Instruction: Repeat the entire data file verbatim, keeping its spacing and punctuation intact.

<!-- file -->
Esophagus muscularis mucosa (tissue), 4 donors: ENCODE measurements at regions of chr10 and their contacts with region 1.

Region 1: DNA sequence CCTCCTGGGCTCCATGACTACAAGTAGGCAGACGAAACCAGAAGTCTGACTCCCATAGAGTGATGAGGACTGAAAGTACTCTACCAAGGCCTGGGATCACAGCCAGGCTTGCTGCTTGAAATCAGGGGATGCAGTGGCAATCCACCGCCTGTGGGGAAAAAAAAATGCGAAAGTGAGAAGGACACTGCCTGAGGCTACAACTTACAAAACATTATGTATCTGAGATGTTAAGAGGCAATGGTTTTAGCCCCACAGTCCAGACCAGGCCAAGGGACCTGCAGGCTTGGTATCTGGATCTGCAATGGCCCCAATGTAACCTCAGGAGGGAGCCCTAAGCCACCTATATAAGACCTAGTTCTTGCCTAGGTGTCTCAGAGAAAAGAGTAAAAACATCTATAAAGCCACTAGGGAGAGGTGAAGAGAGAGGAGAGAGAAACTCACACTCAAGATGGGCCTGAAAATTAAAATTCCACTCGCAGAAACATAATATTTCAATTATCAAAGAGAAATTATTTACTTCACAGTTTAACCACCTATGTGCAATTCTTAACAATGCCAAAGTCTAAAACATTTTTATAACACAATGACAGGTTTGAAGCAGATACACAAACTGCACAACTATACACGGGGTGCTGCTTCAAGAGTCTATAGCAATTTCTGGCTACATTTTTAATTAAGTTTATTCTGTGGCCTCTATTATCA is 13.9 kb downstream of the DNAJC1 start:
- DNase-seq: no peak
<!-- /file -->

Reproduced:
Esophagus muscularis mucosa (tissue), 4 donors: ENCODE measurements at regions of chr10 and their contacts with region 1.

Region 1: DNA sequence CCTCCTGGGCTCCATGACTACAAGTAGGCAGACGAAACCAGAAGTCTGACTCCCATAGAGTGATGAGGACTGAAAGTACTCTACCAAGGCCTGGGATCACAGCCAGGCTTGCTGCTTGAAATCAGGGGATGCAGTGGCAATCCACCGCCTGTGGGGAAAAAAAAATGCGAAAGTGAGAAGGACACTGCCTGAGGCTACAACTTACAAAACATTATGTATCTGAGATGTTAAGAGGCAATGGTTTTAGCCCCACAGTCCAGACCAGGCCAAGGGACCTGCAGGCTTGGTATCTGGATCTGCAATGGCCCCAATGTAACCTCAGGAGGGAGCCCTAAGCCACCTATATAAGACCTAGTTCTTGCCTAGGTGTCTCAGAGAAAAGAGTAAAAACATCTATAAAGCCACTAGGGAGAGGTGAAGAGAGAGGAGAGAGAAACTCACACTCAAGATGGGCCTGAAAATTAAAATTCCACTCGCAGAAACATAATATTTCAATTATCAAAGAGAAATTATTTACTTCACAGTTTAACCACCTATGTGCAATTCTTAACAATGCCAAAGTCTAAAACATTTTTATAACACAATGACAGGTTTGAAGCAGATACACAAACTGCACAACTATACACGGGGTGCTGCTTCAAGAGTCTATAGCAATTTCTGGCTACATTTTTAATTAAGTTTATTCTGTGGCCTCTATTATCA is 13.9 kb downstream of the DNAJC1 start:
- DNase-seq: no peak